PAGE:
Scoliosis (Idiopathic, Neuromuscular and Congenital)
Scoliosis Symptoms and Diagnosis
Since scoliosis usually isn’t painful, it can go undetected until there are obvious, visible signs that can include:
- A curved spine that looks like an “S” or “C,” rather than a straight line down the back.
- Tilted, uneven shoulders, with one shoulder blade that sticks out more than the other.
- Prominence of the ribs on one side.
- Uneven waistline.
- One hip that is higher than the other.
- Twisted (also known as oblique) pelvis.
- Signs of an underlying spinal defect, including light-brown birthmarks (also known as café au lait spots), hairy patches, dimples and spinal masses on the skin.
- Unequal distances between the arms and sides of the body when a child stands upright or bends forward.
Learn more about the types and causes of scoliosis.
Idiopathic scoliosis tends to run in families and is usually discovered when a child is 10 to 15 years old. Children and teens who have a family history of spine problems should receive regular checkups from their primary care providers to check for scoliosis.
Boys and girls are equally likely to develop scoliosis; however, girls are more likely to have larger curves or curves that will progress. If curves in the spine are going to progress, they often do so during growth spurts.
On average, girls start their peak growth spurt at 11.5 years of age; it lasts about 24 to 36 months, until the spine stops growing. It’s important to identify potentially troublesome curves at this point, before the spine fully develops.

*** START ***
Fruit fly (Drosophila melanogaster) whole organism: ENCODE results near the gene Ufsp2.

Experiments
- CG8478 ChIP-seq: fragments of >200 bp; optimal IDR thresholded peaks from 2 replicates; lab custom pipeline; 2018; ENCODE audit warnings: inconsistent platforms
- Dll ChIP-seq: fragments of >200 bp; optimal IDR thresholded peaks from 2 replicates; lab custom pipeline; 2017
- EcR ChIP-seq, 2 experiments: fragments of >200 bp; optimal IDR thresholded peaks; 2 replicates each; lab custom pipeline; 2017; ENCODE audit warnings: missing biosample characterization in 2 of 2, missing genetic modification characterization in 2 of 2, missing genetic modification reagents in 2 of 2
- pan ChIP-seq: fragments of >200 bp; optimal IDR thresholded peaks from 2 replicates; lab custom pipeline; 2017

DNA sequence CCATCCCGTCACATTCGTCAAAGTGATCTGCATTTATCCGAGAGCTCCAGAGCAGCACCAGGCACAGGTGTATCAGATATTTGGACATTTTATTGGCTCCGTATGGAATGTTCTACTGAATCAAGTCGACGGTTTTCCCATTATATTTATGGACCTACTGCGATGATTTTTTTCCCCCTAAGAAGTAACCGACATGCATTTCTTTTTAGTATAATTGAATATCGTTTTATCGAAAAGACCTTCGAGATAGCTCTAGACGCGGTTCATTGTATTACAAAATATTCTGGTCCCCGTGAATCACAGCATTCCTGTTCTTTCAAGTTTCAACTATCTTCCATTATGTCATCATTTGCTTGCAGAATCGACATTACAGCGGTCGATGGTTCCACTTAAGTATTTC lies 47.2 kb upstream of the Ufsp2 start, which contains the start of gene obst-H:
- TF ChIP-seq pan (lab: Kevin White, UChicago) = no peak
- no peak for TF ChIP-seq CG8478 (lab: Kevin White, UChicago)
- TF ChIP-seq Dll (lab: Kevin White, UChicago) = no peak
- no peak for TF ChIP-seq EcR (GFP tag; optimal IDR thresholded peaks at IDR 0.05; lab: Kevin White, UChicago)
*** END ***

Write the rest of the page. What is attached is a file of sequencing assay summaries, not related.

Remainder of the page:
Larger curves require monitoring and possible treatment with bracing or surgery. Scoliosis affects 2 to 3 percent of people in the U.S.
Tests and Diagnosis
Left untreated, scoliosis can worsen. In addition to curving, the spine can begin to rotate, contributing to diminished lung capacity and heart problems. Early detection increases the likelihood that your child’s scoliosis can be managed without surgery.
A physical exam is a common way to look for idiopathic scoliosis. During an exam, a health care provider might:
- Look for spinal deformities by asking your child to bend forward 90 degrees at the waist, with feet together, knees straight, and arms hanging free. Sometimes a tool called a scoliometer is used to measure spinal asymmetry.
- Check to see if hips are level and shoulders are level while your child is standing upright.
- Look for limb-length discrepancies.
Although scoliosis screening isn’t required statewide, many schools conduct scheduled screenings. School nurses may screen girls in fifth and sixth grade. A positive school screening doesn’t necessarily result in a scoliosis diagnosis; however, you might be referred to see a health care provider.
If your child shows signs of scoliosis, you should schedule a formal evaluation from an expert in childhood spine deformities. During a formal evaluation by a qualified specialist, your child might have imaging tests like X-rays or an MRI to get detailed information about your child’s back.
Gillette Children’s Specialty Healthcare offers comprehensive scoliosis evaluations, treatments and services for all ages—from infants to adults. At Gillette, you’ll work with leading pediatric experts in treating scoliosis.